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Uncovered interest-rate parity over the past two centuries

  • Lothian, James R.
  • Wu, Liuren

We study the validity of uncovered interest-rate parity by constructing ultra-long time series that span two centuries. The forward-premium regressions yield positive slope estimates over the whole sample. The estimates become negative only when the sample is dominated by the period of 1980s. We also find that large interest-rate differentials have significantly stronger forecasting powers for currency movements than small interest-rate differentials. Furthermore, when we regress domestic currency returns on foreign bonds against returns on domestic bonds as an alternative test of the parity condition, the null hypotheses of zero intercept and unit slope cannot be rejected in most cases. These results are consistent with a world in which expectations formation is highly imperfect and characterized on the one hand by slow adjustment of expectations to actual regime changes and on the other by anticipations for extended periods of regime changes or other big events that never materialize. An historical account of expected and realized regime changes adds credence to this explanation and illustrates how uncovered interest-rate parity holds over the very long haul but nevertheless can be deviated from over long periods of time due to ex post-expectation errors.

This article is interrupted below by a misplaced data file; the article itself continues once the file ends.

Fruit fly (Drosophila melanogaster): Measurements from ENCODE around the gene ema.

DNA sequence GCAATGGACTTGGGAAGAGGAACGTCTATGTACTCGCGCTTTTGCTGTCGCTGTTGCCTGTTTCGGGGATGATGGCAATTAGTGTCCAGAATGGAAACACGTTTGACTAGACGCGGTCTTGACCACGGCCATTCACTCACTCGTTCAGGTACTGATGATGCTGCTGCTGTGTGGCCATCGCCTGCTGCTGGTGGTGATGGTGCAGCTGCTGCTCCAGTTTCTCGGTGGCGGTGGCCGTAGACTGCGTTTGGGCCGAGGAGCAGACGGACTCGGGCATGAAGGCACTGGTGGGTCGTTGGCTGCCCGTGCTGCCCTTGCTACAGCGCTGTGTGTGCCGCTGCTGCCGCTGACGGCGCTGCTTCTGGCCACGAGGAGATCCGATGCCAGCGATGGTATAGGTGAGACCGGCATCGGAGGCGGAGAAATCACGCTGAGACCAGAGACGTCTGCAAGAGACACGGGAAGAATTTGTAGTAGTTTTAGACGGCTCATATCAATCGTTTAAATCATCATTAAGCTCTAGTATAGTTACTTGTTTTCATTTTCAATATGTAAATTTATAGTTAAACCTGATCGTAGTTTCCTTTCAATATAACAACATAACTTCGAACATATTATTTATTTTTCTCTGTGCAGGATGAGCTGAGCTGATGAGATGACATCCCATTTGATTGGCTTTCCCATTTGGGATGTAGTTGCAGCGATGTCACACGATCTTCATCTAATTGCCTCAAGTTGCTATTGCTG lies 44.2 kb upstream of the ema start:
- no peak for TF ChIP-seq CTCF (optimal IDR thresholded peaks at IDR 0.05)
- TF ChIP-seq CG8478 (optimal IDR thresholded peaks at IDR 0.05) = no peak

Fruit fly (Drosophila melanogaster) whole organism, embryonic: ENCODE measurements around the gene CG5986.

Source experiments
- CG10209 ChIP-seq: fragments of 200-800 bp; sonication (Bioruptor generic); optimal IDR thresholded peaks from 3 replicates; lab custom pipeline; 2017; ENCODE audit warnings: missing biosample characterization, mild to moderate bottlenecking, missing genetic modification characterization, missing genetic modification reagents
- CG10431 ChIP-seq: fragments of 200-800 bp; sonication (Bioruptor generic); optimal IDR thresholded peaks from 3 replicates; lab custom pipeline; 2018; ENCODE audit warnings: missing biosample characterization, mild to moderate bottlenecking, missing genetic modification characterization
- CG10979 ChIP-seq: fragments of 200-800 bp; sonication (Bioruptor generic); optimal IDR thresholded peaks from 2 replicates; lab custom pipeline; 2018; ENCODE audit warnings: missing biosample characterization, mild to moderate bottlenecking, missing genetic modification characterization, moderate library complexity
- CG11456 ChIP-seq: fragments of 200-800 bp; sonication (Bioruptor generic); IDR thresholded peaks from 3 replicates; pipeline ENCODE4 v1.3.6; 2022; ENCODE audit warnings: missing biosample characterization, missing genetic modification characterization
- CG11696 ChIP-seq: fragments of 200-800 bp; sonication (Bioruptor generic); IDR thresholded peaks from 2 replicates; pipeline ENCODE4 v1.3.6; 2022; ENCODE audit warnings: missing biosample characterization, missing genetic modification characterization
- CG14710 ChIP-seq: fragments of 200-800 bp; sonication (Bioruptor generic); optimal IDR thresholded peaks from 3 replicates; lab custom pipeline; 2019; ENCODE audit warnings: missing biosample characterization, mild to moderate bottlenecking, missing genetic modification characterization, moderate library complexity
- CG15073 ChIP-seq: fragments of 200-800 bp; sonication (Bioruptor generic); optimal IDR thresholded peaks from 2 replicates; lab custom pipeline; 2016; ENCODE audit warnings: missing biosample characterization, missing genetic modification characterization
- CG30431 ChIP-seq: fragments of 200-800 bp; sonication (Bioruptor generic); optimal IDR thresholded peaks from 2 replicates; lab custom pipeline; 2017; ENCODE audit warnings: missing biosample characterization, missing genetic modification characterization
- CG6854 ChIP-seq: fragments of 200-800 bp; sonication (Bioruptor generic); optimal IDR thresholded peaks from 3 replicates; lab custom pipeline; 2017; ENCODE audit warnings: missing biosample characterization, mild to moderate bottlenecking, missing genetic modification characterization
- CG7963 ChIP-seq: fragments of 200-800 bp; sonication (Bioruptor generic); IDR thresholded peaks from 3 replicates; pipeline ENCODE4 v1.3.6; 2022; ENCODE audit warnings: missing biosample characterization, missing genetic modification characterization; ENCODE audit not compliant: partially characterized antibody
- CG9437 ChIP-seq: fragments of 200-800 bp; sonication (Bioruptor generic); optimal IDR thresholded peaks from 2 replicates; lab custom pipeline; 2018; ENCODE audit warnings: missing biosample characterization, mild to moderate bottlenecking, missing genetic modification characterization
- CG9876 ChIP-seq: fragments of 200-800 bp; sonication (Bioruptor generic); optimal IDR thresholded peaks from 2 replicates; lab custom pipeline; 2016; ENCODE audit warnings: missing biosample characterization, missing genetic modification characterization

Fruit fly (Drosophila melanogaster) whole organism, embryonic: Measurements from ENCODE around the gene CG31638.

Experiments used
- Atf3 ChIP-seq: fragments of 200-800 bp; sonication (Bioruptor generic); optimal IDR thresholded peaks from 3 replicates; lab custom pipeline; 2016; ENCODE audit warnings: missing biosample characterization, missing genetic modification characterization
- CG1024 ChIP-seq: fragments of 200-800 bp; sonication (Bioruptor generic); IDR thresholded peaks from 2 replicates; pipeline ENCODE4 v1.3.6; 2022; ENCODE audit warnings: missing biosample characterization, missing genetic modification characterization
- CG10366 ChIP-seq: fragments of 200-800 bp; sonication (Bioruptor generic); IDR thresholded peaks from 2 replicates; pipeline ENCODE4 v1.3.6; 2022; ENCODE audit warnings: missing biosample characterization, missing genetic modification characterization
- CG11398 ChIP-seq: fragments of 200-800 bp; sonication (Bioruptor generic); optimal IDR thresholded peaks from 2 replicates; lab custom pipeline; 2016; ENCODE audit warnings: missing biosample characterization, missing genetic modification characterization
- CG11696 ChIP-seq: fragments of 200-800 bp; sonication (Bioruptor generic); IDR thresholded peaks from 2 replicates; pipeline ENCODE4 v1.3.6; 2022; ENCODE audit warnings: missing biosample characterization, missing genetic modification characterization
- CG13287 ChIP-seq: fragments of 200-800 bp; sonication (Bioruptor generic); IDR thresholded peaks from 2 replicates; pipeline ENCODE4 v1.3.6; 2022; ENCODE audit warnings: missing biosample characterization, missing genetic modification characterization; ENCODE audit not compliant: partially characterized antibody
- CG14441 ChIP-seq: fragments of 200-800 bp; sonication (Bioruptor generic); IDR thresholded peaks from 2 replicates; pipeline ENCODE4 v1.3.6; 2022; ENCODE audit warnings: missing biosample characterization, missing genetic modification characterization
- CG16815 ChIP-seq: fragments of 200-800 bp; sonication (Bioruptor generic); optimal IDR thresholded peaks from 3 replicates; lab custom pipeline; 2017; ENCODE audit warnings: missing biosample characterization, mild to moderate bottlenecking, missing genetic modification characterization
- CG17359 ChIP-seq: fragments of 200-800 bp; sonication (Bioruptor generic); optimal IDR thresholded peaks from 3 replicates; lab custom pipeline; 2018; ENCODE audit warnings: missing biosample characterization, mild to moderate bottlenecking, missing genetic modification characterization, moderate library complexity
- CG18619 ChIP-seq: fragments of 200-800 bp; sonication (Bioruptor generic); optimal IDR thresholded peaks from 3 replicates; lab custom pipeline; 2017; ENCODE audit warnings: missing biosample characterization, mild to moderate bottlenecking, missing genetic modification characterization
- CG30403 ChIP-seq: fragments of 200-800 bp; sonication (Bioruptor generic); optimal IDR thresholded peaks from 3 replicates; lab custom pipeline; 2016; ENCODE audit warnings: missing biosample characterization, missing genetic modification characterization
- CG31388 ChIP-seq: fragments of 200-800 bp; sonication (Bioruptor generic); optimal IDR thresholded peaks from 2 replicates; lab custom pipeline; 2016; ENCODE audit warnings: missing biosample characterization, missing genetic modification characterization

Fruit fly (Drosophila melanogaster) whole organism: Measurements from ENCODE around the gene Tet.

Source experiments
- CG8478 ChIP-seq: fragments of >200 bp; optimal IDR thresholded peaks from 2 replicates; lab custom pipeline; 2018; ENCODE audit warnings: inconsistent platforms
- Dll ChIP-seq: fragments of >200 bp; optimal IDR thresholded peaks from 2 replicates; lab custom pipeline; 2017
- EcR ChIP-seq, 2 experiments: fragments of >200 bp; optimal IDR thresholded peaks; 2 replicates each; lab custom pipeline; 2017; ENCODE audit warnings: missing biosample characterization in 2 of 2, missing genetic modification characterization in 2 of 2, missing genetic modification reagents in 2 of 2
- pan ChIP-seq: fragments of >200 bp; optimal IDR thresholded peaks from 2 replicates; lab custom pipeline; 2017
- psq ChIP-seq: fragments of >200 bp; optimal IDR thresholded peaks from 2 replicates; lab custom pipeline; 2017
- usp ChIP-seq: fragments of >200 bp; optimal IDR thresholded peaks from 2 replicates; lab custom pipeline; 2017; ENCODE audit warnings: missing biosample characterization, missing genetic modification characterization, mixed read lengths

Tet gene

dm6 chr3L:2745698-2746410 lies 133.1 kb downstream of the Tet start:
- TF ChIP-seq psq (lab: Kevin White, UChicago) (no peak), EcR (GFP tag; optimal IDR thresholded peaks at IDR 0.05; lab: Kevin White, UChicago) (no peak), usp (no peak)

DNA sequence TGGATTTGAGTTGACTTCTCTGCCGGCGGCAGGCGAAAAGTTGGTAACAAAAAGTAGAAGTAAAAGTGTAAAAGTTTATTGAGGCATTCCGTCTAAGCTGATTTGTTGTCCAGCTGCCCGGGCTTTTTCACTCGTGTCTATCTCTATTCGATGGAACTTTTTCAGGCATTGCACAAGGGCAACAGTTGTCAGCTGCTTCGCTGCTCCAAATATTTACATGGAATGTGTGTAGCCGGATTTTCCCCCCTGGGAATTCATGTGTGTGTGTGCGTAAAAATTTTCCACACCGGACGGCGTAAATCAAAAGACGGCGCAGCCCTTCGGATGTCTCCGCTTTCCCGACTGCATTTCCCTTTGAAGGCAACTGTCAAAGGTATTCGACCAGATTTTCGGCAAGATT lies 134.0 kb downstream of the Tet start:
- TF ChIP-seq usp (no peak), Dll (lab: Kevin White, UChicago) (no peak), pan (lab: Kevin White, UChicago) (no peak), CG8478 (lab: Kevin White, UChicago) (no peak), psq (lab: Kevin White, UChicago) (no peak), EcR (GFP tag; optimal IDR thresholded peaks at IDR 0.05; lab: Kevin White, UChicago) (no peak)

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Article provided by Elsevier in its journal Journal of International Money and Finance.

Volume (Year): 30 (2011)
Issue (Month): 3 (April)
Pages: 448-473

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Handle: RePEc:eee:jimfin:v:30:y:2011:i:3:p:448-473
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